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Tips to help support your littles when traveling

Written: 2019

I think we often forget as parents who are supporting kids with sensory needs that we also need to take care of our own sensory needs so that we are able to be at our best or as best as we can be to take care of our littles, especially during changes in the routine, such as when taking day trips or vacations.

Here are some tips to help support your littles when traveling:

Make a list! Well in advance!

I start making my list sometimes up to two weeks in advance because every day I think of something else that I could need.

Then, when it is time to review the list and pack, I realistically determine what I need to bring in order to have as much of a successful trip that I can hope for.

I typically write down way more stuff than we all need (hey anxiety lol) but I would much rather preventatively overthink than under pack or forget.

I love using my notes app on my phone because it has a check box feature. I also feel the rapid decline of anxiety each time I check a box. It’s a to do list that gets completed in the moment and that sense of completion really helps to support my self regulation- knowing I did everything that was in my control to support our family’s sensory needs for our upcoming trip.

Pack extra of everything!

I’ve always found myself wishing I packed extra things even for day trips just because it would have decreased my anxiety which then would have helped my nervous system regulate better which then helps me support my son better. See how it is all connected!

Use a calendar

I started to notice that my little guy got really excited about going to certain places or on day trips but he kept thinking that they were happening right now, in this moment, or waking up the next day and thinking we were going that day.

This was extremely frustrating to him so we wanted to try out a calendar to help him navigate time concepts better. We have been using the calendar for about a year and the past few months, it has been one of our top tools to support him. It also helps that he has the same calendar at school to support the generalization of time concepts across both his home and academic settings.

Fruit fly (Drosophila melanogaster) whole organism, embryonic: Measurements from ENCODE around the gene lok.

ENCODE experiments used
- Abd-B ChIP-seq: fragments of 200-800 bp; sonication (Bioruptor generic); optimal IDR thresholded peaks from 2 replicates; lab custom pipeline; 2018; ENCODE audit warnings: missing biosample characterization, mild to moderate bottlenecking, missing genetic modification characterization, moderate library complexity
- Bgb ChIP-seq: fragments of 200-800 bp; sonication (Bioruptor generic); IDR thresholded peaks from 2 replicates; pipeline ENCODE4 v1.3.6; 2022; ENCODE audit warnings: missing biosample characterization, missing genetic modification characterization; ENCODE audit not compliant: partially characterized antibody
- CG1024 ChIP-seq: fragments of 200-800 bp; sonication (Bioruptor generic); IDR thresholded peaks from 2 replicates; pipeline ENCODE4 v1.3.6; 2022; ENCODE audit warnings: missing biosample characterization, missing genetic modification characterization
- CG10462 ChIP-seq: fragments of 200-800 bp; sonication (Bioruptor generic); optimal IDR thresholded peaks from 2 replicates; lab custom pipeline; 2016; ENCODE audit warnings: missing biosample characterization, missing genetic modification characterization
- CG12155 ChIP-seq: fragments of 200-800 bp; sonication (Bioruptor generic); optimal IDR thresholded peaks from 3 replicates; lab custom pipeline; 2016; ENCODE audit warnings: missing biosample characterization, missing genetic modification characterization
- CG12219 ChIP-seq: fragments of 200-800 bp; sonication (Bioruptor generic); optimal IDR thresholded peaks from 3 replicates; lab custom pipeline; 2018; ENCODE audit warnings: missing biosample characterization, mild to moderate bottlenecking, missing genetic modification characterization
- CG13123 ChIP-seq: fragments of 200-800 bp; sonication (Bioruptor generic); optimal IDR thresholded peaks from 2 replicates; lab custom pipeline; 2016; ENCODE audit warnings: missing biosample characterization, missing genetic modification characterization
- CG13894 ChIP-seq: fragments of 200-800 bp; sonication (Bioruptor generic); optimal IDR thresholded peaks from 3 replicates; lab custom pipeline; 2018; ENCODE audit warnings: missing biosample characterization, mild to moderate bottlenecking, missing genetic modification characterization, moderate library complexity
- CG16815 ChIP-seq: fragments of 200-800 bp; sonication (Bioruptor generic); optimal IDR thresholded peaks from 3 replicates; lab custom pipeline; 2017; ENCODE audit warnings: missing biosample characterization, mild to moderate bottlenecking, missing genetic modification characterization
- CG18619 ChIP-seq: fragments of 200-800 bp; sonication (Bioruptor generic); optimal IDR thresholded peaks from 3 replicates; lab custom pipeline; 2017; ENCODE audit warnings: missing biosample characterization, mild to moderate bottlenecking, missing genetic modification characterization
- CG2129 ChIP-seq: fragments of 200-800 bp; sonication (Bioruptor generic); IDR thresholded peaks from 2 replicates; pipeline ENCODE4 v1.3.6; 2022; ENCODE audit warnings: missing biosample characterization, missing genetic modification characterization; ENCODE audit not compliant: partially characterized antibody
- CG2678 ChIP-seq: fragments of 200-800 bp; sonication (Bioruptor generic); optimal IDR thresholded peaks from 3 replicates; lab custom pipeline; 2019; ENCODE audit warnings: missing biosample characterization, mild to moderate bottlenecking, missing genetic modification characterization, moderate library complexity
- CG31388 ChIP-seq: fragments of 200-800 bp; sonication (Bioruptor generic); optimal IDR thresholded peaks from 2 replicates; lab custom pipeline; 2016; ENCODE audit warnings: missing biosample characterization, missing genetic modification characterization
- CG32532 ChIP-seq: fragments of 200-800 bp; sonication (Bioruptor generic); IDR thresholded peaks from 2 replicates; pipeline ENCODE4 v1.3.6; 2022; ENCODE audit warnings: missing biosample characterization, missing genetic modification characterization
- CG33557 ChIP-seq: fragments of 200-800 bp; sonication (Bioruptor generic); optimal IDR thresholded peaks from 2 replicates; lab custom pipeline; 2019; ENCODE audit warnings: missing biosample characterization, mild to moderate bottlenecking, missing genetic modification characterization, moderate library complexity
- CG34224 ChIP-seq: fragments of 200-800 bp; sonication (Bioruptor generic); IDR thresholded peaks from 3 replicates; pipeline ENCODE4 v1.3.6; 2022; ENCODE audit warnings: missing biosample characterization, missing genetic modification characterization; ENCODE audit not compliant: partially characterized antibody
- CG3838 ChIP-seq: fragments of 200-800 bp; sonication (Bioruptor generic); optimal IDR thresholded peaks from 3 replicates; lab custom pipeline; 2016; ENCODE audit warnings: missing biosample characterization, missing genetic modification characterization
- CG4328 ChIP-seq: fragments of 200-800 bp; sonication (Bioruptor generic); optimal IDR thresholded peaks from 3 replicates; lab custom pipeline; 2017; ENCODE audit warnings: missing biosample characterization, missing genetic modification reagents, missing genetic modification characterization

We use the calendar every day. We also take pictures or write things into the calendar and talk about how many sleeps until the event. The visuals paired with verbal directions really support his ability to learn about time and sequencing of events.

This calendar gives him a visual perspective of time. He has been able to independently self-regulate so much more by having this tool in his tool bag when planning for day trips and vacas!.

Talk about it nonstop

It is so important to constantly talk about where you are going and what you will be doing. I found that my little guy had a more successful time when we really talked about what we were doing, a lot, beforehand. We also showed him pictures of where we will be going too!

We talk about how if it gets overwhelming that he can access his items in his sensory suitcase and take breaks whenever he needs to.

We make sure that he feels supported every step of the way and understands all aspects of the trip as best as he can to support his self regulation.

Let go of expectations

Let go of all of your anticipated expectations for what you think any travel experience is going to be.

The central nervous system is so variable for each individual that we truly are never going to be able to determine how successful an outing will be.

Between myself and my son’s sensory needs and then all of the environmental factors and other additional factors that can influence the flow of the trip, not having expectations will support not shifting into more negative emotions and feelings when things may not be going as planned.

This is where mindfulness can really help you be present and find the love, joy, and adventure that is happening right in front of you, even if it was not what you anticipated.

Stay present in the moment

This will help ground you and help you be that co-regulating anchor to help support meltdowns if they do occur and to help navigate through difficult or frustrating moments when traveling.

As a neurodivergent parent, there are so many additional layers added during travel preparation for me. To some this may look extensive but to me, it feels normal.

All I am doing is supporting my sensory needs and the sensory needs of my child just like another parent would be packing their child’s favorite toy or comfort blanket.

Even though our bags may look different, the concepts are the same.

Parenting is parenting. The main objective is to support your child. Period. And whatever those supports are, they are your own and the perfect fit to support optimal self and family regulation for engagement in meaningful occupations.

Things may not go exactly how you have planned but you will have the strategies and a plan to support in the moment so you can still have a blast!

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